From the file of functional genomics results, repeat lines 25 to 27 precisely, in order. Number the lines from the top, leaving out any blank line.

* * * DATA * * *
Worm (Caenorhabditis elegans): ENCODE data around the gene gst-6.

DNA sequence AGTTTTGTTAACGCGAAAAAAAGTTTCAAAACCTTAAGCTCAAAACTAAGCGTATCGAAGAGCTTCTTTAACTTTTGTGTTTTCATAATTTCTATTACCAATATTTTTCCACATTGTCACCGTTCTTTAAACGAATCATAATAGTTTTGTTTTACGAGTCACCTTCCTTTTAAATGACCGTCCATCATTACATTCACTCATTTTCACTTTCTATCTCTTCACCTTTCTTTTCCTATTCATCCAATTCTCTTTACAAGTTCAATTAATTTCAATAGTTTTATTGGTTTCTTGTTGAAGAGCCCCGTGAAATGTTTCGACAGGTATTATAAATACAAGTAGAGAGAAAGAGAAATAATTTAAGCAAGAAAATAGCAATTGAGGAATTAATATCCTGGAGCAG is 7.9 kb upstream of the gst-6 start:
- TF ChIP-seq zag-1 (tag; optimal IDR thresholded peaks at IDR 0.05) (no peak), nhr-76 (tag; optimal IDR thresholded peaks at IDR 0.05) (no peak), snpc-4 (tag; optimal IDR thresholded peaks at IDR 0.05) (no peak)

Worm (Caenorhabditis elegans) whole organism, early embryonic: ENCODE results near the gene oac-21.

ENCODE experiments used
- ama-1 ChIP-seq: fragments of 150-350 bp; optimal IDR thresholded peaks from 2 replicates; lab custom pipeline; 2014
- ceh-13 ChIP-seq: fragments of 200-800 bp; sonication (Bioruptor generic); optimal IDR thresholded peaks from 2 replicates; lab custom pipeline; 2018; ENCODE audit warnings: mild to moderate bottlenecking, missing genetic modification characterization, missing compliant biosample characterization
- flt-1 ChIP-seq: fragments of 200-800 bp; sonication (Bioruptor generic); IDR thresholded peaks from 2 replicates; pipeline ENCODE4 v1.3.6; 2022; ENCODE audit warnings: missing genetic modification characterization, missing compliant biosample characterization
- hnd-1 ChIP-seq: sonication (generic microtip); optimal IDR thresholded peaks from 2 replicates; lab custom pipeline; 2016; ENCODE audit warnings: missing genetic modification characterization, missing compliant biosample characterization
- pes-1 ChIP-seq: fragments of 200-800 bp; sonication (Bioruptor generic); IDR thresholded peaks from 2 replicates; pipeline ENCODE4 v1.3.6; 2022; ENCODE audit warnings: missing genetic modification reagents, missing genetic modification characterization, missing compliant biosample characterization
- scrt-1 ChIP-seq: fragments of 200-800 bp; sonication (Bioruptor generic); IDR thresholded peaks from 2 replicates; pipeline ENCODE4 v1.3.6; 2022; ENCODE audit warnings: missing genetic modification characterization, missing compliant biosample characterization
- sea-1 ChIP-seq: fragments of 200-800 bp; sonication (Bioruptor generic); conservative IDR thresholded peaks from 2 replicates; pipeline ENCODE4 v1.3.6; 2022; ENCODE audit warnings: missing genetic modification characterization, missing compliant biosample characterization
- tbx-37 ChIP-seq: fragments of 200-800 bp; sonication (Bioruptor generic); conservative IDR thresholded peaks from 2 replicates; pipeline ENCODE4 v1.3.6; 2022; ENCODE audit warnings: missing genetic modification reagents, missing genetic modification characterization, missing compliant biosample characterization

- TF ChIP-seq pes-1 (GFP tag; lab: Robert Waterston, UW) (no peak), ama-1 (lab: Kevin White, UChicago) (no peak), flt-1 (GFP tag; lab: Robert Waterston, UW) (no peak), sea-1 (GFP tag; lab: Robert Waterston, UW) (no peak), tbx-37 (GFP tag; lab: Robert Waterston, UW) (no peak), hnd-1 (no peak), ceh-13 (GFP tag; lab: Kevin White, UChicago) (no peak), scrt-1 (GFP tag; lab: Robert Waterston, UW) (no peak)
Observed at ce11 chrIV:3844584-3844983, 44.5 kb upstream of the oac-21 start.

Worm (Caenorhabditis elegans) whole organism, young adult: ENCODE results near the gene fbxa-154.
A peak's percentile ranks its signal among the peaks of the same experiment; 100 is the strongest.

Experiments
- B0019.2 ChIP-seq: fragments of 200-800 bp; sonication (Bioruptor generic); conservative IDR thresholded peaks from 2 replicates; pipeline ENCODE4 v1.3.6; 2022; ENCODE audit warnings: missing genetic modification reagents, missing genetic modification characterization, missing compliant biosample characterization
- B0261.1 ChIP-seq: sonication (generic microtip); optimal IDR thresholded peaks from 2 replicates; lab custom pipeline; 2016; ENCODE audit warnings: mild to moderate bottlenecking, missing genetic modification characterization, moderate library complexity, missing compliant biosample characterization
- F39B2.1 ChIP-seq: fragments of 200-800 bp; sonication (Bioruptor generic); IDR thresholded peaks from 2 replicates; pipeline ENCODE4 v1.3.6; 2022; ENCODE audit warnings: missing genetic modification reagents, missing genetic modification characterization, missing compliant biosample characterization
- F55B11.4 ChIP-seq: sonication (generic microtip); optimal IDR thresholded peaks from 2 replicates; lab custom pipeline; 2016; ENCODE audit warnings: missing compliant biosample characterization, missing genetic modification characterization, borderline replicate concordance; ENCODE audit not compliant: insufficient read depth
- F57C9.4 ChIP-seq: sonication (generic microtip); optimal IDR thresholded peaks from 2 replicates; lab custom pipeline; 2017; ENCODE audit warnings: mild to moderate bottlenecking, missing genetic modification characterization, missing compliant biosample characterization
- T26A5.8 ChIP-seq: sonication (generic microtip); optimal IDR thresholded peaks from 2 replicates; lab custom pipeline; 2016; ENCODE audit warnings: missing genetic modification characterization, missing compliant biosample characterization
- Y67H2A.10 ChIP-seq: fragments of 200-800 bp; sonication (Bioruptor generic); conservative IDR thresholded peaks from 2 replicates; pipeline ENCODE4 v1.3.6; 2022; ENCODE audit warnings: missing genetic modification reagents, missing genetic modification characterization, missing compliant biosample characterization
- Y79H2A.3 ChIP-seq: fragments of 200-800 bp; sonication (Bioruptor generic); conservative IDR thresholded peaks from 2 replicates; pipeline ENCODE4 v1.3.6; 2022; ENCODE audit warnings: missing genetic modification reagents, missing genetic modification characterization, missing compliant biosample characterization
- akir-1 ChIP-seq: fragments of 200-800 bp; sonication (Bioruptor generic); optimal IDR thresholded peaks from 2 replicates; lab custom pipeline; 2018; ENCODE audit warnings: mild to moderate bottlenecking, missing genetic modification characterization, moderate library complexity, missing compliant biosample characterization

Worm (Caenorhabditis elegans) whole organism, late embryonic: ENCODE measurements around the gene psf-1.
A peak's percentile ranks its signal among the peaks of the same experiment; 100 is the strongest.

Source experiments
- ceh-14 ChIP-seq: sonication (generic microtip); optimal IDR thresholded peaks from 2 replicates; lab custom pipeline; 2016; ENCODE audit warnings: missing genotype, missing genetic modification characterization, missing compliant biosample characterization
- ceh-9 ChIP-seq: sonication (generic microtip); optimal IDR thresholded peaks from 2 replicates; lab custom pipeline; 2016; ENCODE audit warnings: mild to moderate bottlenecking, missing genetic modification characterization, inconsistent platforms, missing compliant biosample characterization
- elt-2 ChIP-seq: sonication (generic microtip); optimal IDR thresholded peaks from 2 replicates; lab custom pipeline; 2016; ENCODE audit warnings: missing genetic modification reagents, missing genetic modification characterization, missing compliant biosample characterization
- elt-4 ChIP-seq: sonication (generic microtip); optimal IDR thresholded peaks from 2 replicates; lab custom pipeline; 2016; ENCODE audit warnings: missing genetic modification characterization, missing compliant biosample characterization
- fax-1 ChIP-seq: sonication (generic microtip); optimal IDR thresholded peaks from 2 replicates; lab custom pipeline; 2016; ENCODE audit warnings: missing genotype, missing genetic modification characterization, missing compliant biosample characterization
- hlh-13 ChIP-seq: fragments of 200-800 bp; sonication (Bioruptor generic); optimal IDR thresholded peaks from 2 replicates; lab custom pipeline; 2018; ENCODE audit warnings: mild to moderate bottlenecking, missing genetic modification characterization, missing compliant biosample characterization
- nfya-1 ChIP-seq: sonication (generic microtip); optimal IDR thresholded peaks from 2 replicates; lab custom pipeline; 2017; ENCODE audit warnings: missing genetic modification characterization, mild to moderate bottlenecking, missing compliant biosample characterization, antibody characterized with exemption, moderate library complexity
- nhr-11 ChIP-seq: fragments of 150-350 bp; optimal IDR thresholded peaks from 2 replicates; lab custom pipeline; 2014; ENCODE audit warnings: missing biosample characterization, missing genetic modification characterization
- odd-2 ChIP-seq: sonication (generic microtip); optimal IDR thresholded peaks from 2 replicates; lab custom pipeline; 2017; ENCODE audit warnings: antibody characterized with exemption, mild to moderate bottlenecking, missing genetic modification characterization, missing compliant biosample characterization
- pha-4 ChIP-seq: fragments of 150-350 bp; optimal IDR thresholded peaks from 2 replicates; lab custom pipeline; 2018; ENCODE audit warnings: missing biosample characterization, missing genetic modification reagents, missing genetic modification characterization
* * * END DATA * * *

- Y67H2A.10 ChIP-seq: fragments of 200-800 bp; sonication (Bioruptor generic); conservative IDR thresholded peaks from 2 replicates; pipeline ENCODE4 v1.3.6; 2022; ENCODE audit warnings: missing genetic modification reagents, missing genetic modification characterization, missing compliant biosample characterization
- Y79H2A.3 ChIP-seq: fragments of 200-800 bp; sonication (Bioruptor generic); conservative IDR thresholded peaks from 2 replicates; pipeline ENCODE4 v1.3.6; 2022; ENCODE audit warnings: missing genetic modification reagents, missing genetic modification characterization, missing compliant biosample characterization
- akir-1 ChIP-seq: fragments of 200-800 bp; sonication (Bioruptor generic); optimal IDR thresholded peaks from 2 replicates; lab custom pipeline; 2018; ENCODE audit warnings: mild to moderate bottlenecking, missing genetic modification characterization, moderate library complexity, missing compliant biosample characterization